its surrounding topography. Having telephoto for eagles and desert sheep isn’t a priority. Things come up fast when I’m running rivers, so point-and-shoot is the necessary approach. Not detracting at all from those who have the patience.

High end point and shoot
I’m using a Canon SX30is. It’s a $400 14M camera, a bit smaller than an SLR, shoots HD video and has a 35x zoom. Not a perfect camera, but a great jack-of-all trades compromise for what I am doing. I’m doing art documentary work (both photo and video) shot from a canoe. I’m very happy to finally be getting good close-up wildlife video. Using the viewfinder, I get pretty incredible battery life.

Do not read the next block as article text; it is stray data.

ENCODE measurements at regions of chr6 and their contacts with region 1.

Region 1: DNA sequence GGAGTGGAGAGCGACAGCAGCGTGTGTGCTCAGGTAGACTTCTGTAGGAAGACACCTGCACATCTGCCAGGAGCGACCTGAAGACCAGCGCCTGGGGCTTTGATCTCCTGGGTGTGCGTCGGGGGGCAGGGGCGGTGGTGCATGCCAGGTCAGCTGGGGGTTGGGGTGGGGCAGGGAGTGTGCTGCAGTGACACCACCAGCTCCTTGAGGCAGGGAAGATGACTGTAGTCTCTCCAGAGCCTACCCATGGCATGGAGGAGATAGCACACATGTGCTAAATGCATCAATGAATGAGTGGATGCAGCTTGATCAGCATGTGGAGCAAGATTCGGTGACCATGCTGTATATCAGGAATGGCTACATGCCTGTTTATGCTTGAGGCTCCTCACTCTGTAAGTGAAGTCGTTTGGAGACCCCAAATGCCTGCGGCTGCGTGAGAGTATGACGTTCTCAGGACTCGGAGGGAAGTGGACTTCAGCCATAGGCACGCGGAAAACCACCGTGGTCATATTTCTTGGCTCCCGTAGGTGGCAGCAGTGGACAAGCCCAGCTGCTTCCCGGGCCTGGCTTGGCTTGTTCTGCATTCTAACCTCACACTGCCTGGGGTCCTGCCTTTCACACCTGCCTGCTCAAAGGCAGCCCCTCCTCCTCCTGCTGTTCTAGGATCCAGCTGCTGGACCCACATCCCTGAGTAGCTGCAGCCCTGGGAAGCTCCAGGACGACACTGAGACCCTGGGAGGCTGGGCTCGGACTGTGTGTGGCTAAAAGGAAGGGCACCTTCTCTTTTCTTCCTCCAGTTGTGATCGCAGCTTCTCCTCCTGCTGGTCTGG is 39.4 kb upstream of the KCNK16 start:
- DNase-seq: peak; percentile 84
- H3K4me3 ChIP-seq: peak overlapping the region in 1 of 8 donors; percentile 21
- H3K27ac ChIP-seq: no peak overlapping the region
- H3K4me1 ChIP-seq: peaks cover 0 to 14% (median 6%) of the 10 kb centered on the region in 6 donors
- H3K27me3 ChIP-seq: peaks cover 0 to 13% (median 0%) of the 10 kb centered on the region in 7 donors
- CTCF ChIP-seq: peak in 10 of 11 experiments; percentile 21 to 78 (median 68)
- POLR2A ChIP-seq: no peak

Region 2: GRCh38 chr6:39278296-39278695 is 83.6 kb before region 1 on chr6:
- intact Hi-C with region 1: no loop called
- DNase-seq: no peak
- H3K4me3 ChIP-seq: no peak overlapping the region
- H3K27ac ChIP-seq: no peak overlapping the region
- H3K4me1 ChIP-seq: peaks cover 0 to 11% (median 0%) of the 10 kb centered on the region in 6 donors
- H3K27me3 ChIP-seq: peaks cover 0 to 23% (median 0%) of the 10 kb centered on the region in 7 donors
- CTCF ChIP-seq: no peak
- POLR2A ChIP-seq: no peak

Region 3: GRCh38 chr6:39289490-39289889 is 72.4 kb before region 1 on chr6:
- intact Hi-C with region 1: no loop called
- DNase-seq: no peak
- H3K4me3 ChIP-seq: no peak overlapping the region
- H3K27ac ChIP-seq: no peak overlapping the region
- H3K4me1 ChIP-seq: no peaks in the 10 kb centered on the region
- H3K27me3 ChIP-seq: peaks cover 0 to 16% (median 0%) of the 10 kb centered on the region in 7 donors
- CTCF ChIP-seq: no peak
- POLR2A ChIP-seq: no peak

For storage I use a Pelican Case, which does fit into a canoe a bit better than a kayak, of course. I have broken both latches on the case, but fashioned my own out of aluminum instead of using the lifetime guarantee (opening that box some 20 or 30 times a day isn’t what it was designed for and the factory latches will just keep breaking).

Aquapac makes a flexible waterproof DSLR bag that works great. It’s one way to use your DSLR on the water. I usually just my my Canon S95 which I keep in a small Otter box when paddling and pull out the real camera on shore. It’s easier that way.

Water proof bag
I use a water proof bag for my camera and if it s rough out it stays in the bag and I use a water proof Pentax Optio W20. I have on occasion had my wife hold my kayak so I could take pix when it is rough out.